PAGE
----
Please use this identifier to cite or link to this item: http://hdl.handle.net/20.500.12136/465
|Title:||The Servilia tomb: an architecturally and pictorially important Roman building|
Rodríguez Temiño, Ignacio
Edwards, Howell G. M.
Jiménez Hernández, Alejandro
Ruiz Cecilia, José Ildefonso
|Keywords:||Roman Necropolis of Carmona;Pigment treatment;Dyer’s weld;Lazurite;Caput mortuum;Raman spectroscopy|
|Citation:||Archaeological and Anthropological Sciences, 2018, 10 (5), 1207–1223|
|Abstract:||One hundred and eleven samples from the important Servilia Roman tomb have been analysed for the first time by Raman spectroscopy, resulting in a complete characterisation of the pigment palette used for its remarkable wall paintings: 73 different pigment mixtures have been identified for the composition of its 11 colours and their tonalities. Dyer’s weld, an ancient organic yellow pigment, which was described by Vitruvius, has been identified and characterised for the first time in Roman wall paintings. Distinctive Raman spectroscopic signals which differentiate between haematite and caput mortuum (a violet colour from haematite which has been subjected to thermal treatment) are also reported. The use of the very expensive lazurite for a balance relates the importance of this otherwise ordinary instrument with psychostasia (the human soul weighing process) and is not found elsewhere in the tomb. The distribution of white minerals alone or in admixture is not related to any particular colouring pigment or figure; this possibly indicates that there was no specific use for each white mineral and that several craftsmen worked on the paintings, perhaps in different periods, or that the frescoes have been subjected to unrecorded restoration. We conclude that Raman spectroscopy is a valuable analytical technique for the unambiguous identification of mixtures of both organic and inorganic compounds, to study the degree of mineral crystallinity and for identifying treatment. These data are relevant for the holistic interpretation of the artwork in its historical, economical and social context.|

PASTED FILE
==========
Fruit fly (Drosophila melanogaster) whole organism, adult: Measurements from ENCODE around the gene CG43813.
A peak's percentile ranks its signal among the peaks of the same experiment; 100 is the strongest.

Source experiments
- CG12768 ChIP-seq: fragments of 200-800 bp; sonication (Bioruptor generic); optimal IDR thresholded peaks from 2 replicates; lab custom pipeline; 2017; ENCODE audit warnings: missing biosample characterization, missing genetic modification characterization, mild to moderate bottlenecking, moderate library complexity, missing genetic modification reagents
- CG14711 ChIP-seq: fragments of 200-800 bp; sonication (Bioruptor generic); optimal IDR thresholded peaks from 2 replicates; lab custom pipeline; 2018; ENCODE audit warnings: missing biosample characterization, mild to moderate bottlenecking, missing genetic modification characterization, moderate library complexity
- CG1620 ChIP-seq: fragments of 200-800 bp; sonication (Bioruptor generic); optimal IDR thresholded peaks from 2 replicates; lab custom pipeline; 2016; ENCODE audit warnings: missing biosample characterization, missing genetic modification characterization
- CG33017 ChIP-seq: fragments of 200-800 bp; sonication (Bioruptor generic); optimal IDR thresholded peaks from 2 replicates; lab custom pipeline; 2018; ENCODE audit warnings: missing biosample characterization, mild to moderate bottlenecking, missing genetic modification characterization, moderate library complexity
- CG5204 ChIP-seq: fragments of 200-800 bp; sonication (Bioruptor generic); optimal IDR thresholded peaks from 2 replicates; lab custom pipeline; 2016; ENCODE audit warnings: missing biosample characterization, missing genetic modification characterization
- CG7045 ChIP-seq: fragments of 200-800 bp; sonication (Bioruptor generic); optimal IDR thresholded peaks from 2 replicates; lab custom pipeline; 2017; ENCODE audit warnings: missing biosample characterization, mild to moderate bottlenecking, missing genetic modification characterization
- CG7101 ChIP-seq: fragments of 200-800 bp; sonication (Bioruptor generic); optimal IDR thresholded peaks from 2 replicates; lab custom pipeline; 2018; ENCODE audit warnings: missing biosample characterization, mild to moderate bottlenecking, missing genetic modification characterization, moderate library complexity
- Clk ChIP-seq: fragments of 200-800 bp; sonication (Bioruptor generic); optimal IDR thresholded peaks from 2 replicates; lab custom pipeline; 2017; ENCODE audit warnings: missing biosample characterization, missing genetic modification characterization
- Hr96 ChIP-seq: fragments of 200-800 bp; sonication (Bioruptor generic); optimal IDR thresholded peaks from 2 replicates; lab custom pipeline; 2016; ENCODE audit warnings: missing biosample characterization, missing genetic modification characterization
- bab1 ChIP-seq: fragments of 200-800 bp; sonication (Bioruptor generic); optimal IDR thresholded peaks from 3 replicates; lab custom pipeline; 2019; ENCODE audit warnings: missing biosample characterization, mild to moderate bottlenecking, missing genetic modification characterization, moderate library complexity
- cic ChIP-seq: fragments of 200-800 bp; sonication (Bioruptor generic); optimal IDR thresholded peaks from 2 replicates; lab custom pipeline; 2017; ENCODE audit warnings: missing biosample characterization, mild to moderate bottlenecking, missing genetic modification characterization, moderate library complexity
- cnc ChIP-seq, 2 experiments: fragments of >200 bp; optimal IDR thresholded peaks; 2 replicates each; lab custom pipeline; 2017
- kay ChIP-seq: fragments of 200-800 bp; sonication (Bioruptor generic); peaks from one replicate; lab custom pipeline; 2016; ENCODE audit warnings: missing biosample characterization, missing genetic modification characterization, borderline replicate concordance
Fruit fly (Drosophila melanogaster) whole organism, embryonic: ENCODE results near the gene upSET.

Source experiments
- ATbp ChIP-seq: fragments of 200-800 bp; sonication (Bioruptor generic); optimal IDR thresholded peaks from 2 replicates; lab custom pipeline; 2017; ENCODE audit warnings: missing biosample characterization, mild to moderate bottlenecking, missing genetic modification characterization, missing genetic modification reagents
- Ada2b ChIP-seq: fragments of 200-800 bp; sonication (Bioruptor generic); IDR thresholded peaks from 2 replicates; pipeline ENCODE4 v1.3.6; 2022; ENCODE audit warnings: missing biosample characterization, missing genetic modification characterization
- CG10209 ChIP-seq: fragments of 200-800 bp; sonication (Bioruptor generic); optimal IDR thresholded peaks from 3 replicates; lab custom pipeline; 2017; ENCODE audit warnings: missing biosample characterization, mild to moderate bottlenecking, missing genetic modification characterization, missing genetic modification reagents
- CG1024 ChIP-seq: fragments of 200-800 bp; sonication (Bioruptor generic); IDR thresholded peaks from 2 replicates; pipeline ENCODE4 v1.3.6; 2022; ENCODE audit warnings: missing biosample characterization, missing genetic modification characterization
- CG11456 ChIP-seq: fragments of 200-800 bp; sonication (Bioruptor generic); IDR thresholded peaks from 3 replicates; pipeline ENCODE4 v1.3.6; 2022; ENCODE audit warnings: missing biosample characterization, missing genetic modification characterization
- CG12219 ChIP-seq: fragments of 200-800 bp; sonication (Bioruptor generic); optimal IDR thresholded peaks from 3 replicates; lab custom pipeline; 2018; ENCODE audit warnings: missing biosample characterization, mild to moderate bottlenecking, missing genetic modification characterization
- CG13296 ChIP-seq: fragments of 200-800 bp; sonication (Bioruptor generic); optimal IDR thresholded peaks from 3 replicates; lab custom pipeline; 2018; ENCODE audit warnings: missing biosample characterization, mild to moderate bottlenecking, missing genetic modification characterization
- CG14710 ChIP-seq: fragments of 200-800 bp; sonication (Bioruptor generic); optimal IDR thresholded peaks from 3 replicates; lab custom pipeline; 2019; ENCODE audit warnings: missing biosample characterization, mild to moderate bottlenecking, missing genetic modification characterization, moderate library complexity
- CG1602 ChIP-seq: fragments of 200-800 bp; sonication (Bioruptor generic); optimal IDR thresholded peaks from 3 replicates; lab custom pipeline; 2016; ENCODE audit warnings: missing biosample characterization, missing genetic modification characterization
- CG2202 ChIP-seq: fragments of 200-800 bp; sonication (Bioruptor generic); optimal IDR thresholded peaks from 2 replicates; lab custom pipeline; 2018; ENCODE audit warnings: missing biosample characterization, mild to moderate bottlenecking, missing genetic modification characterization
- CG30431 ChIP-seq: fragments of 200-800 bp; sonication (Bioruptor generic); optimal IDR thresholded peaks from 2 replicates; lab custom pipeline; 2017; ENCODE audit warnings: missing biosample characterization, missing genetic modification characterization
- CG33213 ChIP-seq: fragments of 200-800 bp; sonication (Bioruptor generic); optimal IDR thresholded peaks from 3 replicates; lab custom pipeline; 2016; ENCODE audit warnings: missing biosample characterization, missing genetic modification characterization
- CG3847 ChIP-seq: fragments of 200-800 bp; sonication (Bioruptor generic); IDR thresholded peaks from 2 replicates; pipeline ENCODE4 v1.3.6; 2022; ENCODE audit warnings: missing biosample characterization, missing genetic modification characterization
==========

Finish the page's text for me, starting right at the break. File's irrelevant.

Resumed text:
|Appears in Collections:||Geocronología y Geología|
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